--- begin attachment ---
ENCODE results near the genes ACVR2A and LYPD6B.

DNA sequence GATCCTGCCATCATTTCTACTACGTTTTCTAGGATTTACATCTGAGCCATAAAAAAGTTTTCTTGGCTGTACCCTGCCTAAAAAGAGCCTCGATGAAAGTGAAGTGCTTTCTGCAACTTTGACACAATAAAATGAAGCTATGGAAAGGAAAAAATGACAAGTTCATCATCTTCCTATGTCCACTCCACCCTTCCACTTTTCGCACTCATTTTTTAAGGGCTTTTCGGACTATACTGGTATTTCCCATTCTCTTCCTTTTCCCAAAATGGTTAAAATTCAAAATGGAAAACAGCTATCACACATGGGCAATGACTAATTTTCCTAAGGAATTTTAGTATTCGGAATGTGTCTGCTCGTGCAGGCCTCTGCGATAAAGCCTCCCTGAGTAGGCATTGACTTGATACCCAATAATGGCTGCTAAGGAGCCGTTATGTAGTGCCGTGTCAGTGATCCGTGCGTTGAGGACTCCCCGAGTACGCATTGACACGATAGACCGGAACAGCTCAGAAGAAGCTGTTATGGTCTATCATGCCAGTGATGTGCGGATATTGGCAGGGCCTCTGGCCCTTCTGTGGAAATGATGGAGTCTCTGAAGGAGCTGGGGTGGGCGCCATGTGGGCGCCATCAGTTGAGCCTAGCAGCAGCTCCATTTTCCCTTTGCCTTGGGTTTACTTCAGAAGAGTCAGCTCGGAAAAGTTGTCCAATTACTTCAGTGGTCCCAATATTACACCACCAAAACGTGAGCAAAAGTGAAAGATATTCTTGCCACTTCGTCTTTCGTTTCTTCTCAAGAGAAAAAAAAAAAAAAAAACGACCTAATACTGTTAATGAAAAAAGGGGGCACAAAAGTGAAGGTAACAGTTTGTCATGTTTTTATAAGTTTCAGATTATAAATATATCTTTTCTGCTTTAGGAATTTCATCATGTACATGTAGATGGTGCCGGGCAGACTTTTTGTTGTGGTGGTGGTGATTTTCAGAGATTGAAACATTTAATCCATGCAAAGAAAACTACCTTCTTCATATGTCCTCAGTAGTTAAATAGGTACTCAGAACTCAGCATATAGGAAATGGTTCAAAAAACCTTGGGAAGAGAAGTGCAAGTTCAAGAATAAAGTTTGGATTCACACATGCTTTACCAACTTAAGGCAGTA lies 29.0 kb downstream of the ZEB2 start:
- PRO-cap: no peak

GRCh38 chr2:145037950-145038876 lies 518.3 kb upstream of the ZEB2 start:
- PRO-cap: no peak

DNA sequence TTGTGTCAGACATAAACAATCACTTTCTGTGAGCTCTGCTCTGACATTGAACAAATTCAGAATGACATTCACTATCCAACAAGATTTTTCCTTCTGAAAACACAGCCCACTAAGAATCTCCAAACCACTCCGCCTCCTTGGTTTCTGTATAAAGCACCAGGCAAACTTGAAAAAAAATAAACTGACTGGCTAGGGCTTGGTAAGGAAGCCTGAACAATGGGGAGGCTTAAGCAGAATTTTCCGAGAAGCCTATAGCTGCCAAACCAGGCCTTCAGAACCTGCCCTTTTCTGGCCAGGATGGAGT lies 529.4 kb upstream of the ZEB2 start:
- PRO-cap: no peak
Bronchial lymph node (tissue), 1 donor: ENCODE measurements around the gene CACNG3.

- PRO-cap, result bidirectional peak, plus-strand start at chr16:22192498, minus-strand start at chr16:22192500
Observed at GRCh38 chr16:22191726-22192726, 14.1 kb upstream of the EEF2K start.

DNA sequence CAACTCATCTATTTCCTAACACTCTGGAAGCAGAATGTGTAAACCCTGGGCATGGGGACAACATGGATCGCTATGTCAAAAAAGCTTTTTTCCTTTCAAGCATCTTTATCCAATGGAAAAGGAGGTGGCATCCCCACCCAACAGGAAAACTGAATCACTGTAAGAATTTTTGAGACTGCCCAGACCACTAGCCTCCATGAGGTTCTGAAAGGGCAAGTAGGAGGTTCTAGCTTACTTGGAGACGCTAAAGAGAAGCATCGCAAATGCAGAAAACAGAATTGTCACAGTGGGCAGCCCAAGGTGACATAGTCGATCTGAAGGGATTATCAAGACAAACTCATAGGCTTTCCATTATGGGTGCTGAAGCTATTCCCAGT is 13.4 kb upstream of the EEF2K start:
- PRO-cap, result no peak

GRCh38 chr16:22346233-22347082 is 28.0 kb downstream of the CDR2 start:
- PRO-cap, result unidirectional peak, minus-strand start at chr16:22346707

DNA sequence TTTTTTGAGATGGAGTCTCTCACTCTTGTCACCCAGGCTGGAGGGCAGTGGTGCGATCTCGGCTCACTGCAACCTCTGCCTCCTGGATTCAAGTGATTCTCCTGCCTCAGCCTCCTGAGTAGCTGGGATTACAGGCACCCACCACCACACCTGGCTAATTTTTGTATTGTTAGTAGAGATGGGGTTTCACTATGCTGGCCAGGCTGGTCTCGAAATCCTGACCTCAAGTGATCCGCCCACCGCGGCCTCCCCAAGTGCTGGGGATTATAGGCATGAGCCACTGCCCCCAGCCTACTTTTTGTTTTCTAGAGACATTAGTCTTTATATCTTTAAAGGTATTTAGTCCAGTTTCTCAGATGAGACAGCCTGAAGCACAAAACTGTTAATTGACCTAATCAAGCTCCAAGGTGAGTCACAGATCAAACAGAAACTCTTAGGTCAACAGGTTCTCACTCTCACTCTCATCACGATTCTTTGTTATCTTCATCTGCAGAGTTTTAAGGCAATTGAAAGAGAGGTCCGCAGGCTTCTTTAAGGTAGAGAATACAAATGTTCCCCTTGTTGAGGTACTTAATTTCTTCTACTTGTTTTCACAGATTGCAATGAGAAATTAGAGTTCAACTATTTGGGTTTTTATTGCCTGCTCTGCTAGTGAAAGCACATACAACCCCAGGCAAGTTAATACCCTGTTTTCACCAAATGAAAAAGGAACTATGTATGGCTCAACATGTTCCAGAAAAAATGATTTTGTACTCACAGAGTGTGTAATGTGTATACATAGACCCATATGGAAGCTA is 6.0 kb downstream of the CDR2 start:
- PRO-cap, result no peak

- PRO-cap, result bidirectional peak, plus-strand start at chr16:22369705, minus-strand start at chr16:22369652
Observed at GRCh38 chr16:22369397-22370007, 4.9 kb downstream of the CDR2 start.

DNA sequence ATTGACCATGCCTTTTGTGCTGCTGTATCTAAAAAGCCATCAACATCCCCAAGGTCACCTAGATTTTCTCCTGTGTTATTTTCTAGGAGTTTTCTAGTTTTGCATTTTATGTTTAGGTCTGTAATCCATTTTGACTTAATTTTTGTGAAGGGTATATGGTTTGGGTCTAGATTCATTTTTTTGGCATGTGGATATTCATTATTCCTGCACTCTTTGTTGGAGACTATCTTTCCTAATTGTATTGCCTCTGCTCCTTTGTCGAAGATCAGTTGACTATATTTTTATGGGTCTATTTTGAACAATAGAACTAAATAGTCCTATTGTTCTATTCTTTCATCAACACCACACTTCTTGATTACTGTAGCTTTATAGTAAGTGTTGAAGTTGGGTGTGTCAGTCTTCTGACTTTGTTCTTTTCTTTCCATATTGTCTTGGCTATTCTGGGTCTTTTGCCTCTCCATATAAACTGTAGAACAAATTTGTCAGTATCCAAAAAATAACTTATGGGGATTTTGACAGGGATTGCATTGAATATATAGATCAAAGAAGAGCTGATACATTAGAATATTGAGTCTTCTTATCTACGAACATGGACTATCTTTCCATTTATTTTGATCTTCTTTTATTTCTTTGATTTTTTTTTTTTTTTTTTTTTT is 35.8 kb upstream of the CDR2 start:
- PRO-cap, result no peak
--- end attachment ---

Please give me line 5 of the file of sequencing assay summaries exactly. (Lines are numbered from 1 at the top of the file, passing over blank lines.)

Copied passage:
- PRO-cap: no peak